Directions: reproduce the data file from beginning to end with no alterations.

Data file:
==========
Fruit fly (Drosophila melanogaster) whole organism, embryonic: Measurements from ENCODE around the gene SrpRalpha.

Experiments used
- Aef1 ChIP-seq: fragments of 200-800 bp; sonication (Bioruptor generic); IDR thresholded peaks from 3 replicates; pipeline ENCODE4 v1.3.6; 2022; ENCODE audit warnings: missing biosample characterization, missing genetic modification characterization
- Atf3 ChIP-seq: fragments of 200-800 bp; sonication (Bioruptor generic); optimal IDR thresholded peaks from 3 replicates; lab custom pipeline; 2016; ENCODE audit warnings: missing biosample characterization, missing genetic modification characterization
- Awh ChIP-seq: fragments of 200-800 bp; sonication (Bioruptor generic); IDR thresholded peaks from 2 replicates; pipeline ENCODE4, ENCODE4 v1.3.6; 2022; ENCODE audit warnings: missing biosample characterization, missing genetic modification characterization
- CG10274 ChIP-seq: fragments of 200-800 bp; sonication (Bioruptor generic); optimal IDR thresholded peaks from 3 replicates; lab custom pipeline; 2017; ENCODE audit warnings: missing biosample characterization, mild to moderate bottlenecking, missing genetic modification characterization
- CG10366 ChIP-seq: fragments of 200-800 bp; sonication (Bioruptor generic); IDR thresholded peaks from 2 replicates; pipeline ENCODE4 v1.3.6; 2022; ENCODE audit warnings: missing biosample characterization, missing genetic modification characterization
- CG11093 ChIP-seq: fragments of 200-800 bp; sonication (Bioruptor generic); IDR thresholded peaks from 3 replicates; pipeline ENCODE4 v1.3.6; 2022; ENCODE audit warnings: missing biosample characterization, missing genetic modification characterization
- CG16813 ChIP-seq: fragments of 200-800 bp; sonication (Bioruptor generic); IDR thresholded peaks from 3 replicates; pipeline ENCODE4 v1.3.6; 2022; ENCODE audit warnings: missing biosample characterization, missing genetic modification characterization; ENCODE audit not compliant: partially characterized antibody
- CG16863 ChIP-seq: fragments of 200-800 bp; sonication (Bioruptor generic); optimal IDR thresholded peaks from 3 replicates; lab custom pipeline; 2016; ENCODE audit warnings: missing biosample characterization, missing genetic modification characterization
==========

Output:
Fruit fly (Drosophila melanogaster) whole organism, embryonic: Measurements from ENCODE around the gene SrpRalpha.

Experiments used
- Aef1 ChIP-seq: fragments of 200-800 bp; sonication (Bioruptor generic); IDR thresholded peaks from 3 replicates; pipeline ENCODE4 v1.3.6; 2022; ENCODE audit warnings: missing biosample characterization, missing genetic modification characterization
- Atf3 ChIP-seq: fragments of 200-800 bp; sonication (Bioruptor generic); optimal IDR thresholded peaks from 3 replicates; lab custom pipeline; 2016; ENCODE audit warnings: missing biosample characterization, missing genetic modification characterization
- Awh ChIP-seq: fragments of 200-800 bp; sonication (Bioruptor generic); IDR thresholded peaks from 2 replicates; pipeline ENCODE4, ENCODE4 v1.3.6; 2022; ENCODE audit warnings: missing biosample characterization, missing genetic modification characterization
- CG10274 ChIP-seq: fragments of 200-800 bp; sonication (Bioruptor generic); optimal IDR thresholded peaks from 3 replicates; lab custom pipeline; 2017; ENCODE audit warnings: missing biosample characterization, mild to moderate bottlenecking, missing genetic modification characterization
- CG10366 ChIP-seq: fragments of 200-800 bp; sonication (Bioruptor generic); IDR thresholded peaks from 2 replicates; pipeline ENCODE4 v1.3.6; 2022; ENCODE audit warnings: missing biosample characterization, missing genetic modification characterization
- CG11093 ChIP-seq: fragments of 200-800 bp; sonication (Bioruptor generic); IDR thresholded peaks from 3 replicates; pipeline ENCODE4 v1.3.6; 2022; ENCODE audit warnings: missing biosample characterization, missing genetic modification characterization
- CG16813 ChIP-seq: fragments of 200-800 bp; sonication (Bioruptor generic); IDR thresholded peaks from 3 replicates; pipeline ENCODE4 v1.3.6; 2022; ENCODE audit warnings: missing biosample characterization, missing genetic modification characterization; ENCODE audit not compliant: partially characterized antibody
- CG16863 ChIP-seq: fragments of 200-800 bp; sonication (Bioruptor generic); optimal IDR thresholded peaks from 3 replicates; lab custom pipeline; 2016; ENCODE audit warnings: missing biosample characterization, missing genetic modification characterization